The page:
How similar was your own experience in Honduras to the Honduras of the novel? What made you set a novel there? How do you think your future novels will be influenced by your extensive travels?
I lived in Honduras for six months, and it was a magical time full of friendship, family, food, dancing, and music -- a very Latin way of life. This made it the perfect setting for a novel about love and life choices. The issues I was wrestling with at that time in my life -- turning thirty, growing up, meeting my parents as adults, considering both legacy and destiny, questions of faith and science -- are the same that we see the characters struggle with in different ways. My time in Honduras is forever linked in my memory to that stage in my life of figuring out who I was and what was next. It seemed natural to set the book there.
My next novel is a non-linear love story set against the backdrop of political violence in Kenya in 2007, where I lived after Honduras. Right after I left Nairobi, rage boiled over in the slums and across the city, and neighbors started killing each other with machetes. Ever since, I have been haunted by the question: how do people turn on each other so ferociously? Where is the line between good and evil in a person?
My travels influence my writing in tandem with the life stage I was in, the larger themes that plagued me then and long after.
You emphasize themes of female friendship, particularly the way it often takes precedence over romantic relationships. Do you feel like that's something you see among your friends?
Living in Los Angeles, it is very much a signature of what I see and experience. Women are hardly expected to get married young anymore, and in LA especially, I see this aversion to settling down in both sexes. One girlfriend describes it as a problem of "BBD" (bigger, better deal). The longer you're single, the more dating experience you have, the more the idea of 'the one' seems pretty farfetched. Seems like there's always someone smarter, more successful, better looking just around the corner. Therefore, in the decade between twenty and thirty, the real consistency in your life is provided by your girlfriends. They're the ones you eat dinner with, walk in the park with, do your Sunday grocery shopping with. They're the ones you lean on, support each other's careers, and tell your darkest secrets to -- all the things our parents shared as young honeymooners. This is a cultural phenomenon I was very intrigued by when I was writing the book.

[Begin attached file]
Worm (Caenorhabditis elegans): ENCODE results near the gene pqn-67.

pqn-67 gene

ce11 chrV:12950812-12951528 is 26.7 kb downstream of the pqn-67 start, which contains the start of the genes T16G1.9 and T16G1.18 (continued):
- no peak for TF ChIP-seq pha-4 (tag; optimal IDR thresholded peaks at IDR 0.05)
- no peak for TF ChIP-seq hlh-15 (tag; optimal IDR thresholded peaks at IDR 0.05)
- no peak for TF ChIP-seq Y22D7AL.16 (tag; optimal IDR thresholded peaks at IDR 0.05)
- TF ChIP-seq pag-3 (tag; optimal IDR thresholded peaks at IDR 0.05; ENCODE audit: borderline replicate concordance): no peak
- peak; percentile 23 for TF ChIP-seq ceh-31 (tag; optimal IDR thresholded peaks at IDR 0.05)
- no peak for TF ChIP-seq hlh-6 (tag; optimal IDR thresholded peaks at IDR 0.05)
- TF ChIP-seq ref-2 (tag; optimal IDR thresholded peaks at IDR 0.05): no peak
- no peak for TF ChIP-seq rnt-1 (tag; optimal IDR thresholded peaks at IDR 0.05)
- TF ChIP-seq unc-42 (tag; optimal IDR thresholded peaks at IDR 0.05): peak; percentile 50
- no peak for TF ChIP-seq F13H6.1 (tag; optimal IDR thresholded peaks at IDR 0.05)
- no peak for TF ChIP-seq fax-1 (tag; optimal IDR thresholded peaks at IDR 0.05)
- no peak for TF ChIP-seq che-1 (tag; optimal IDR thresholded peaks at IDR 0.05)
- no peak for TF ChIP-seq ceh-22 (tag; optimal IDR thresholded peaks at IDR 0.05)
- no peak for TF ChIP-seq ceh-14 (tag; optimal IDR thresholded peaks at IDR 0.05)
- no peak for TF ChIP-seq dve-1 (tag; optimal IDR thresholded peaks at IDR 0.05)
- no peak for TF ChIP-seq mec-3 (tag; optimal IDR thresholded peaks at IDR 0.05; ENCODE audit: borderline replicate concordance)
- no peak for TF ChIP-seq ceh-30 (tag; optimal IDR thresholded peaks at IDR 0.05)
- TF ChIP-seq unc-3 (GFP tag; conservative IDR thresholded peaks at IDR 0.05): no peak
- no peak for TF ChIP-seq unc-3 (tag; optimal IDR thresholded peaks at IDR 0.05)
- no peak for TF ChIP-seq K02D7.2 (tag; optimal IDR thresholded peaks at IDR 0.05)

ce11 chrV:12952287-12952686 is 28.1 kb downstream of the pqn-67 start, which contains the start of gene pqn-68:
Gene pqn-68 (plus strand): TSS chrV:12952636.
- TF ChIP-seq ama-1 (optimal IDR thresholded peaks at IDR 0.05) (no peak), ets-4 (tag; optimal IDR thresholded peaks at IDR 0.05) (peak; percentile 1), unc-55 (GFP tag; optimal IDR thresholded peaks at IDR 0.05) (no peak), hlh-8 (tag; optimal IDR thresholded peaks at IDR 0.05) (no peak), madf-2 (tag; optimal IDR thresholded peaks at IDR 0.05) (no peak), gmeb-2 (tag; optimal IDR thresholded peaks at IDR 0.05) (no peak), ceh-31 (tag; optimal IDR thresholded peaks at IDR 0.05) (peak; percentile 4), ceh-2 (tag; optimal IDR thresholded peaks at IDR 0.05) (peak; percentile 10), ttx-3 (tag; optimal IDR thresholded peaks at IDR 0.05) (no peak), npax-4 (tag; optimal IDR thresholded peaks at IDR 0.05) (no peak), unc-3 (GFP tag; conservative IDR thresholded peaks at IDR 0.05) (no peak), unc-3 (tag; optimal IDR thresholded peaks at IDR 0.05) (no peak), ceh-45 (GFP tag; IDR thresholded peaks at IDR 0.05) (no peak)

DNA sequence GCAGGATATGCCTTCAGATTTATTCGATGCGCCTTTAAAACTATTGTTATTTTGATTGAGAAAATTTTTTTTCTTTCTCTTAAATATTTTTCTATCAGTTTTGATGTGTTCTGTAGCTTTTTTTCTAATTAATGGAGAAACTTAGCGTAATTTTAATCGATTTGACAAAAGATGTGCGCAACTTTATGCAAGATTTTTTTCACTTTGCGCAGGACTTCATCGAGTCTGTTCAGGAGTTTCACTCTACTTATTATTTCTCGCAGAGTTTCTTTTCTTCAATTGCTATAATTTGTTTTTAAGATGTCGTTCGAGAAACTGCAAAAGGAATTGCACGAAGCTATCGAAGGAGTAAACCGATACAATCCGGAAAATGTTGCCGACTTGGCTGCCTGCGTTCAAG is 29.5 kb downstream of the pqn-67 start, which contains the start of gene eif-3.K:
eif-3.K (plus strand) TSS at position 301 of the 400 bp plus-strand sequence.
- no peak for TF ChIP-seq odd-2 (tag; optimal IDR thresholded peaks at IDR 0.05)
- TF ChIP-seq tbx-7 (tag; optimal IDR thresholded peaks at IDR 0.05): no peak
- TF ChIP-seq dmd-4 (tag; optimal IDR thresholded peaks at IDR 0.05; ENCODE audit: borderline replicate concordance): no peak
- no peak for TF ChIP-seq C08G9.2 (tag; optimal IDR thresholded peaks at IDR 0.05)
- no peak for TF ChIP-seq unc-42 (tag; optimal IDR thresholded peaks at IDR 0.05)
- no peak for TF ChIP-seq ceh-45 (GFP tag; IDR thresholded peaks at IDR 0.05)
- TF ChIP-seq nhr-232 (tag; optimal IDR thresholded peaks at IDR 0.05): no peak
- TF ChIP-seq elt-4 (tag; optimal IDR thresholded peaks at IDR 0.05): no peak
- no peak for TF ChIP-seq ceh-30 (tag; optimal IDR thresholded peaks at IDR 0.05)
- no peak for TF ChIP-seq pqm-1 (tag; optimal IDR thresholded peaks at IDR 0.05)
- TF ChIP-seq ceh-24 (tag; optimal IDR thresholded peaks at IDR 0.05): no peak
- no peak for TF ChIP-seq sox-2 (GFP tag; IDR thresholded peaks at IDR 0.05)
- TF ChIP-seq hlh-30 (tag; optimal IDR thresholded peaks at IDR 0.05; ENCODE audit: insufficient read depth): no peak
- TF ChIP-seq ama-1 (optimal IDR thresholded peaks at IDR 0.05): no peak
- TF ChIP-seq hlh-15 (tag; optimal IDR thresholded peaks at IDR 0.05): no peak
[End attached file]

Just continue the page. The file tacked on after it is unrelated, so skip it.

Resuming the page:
Now, of course, things are a little different. I live with my boyfriend (who very much makes me believe in things like 'the one') and my childhood best friend. Love and loyalty is still very much alive in our society, but first women get the chance to really get to know themselves and form these deep friendships with other women.
How long have you been writing fiction? What was your path to publication? Advice for aspiring writers?
This is my first book, and it is the biggest thrill of my life, since I first won an award for a poem when I was five entitled "Sick, sick, sick."
Long time between age five and thirty-two. I guess I always knew I wanted to get out and live loud and see the world first, then get serious about the writing. Now that I pulled it off, it actually looks like a good plan. To family and friends, who watched me graduate with honors, then proceed to party my way across the globe with my camera, I doubt it looked plausible in the least. I met my agent in a wine bar in NYC, she sold the book to Mira after I moved back to LA. I just went and spoke to my old high school, and I found myself struggling to advise aspiring writers. I found myself falling back on adages. Do it before you're ready. Feed your mind. Finish what you start.
But if you want to know what's really worked for me, I would say -- smile. Talk to everyone. Ask lots of questions. Eavesdrop constantly. And write. Everyday.